He went out and found period-acceptable bottles and printed out the labels for each. Dave researched the historic "medicines" in each bottle; no, he is not a 'snake oil salesman,' so prominent at the time. Instead he peddles what was thought to be 
tried and true medication...some of which have had staying power clear into the 
21st century! 

Of course, the best medicine for kids is homemade ice cream!

Dave may look like he's sleeping, but he is really engulfed in one of his medical science books. 
Aww! Who am I fooling---he really is sleeping!

Larissa gets her family involved - the two young ones 
are her two sons. 
Now we need to get her husband involved...

So often folks will see me photographed with women 
other than my wife. So now, it's Patty's turn: 
here she is with Dave Walker, just before going 
on stage together for the period fashion show.

1860s fashionistas!

Clothing historian and hostess Beth spoke quite bit about Patty's patriotic apron. 
I had a friend make it for her as a Christmas gift a number of years ago and she receives high compliments every time she wears it.

Poor Felicia! 
Also part of the 1860s fashion show, 
Miss Konrad was asked to show off winter-wear...
on an 80 degree day! 
Quite the trooper (and avid reenactor), she happily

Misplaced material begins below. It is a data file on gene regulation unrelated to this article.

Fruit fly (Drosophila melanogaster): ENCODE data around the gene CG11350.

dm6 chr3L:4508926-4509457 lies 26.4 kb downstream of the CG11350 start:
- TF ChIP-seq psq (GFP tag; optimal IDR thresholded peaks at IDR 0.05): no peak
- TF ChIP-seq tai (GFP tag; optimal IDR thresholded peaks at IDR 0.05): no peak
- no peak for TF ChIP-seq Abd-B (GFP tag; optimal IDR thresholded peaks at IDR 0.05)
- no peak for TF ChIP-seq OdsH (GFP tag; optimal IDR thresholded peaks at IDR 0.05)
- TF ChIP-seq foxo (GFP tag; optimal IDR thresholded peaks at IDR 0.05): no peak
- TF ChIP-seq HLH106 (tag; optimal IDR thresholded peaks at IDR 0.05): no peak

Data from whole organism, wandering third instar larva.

agreed to do so!

A personal highlight for me this weekend was seeing 
Jay Ungar and his wife Molly Mason perform at 
Greenfield Village Saturday evening.
You do realize that Jay Unger wrote and 
recorded "Ashokan Farewell," right?

Top notch musicians, the two performed some of the great tunes of the 
1860s/Civil War era, including...

...Battle Cry of Freedom, Hard Times Come Again No More, Cumberland Gap, Lorena, and...Ashokan Farewell. Now, Ashokan Farewell is technically not a Civil War era song, but it can be considered a Civil War song nonetheless. In fact, the Ken Burns PBS series, "The Civil War" would not be the same without it as its haunting theme song.

It was an honor and a privilege to meet and 
be photographed with Mr. Ungar, 
especially while I was wearing my Civil War clothing.

But Jay and Molly were not the only musicians among us: we have very talented musician in our reenacting community, including fiddle players...

...hammered dulcimer players...

...and even lap (or mountain) dulcimer players. 
All making beautiful period music.

Every year I like to have a group picture taken of the members of our unit. Unfortunately, we can never seem to get everyone together at the same time. Believe me, I try (I do try) but it never fails that I either forget to tell someone or there is something else going on or any number of reasons why I can't get everyone to show up.
I can only do what I can...
Anyhow, in previous years we've had group pictures taken at the Eagle Tavern, the Susquehanna Plantation, the Logan County Courthouse, and the birthplace of Henry Ford.
This year I chose the Firestone Farm - - -
We were quite the sight, trudging along the dirt road path to the farm.

We garnered a lot of attention as we strolled along,
and about a dozen modern visitors followed us.

"Good afternoon, Mrs. Firestone. 
May we have the privilege of having our image 
taken in front of your home? 
It would make a lovely backdrop for our friends and family."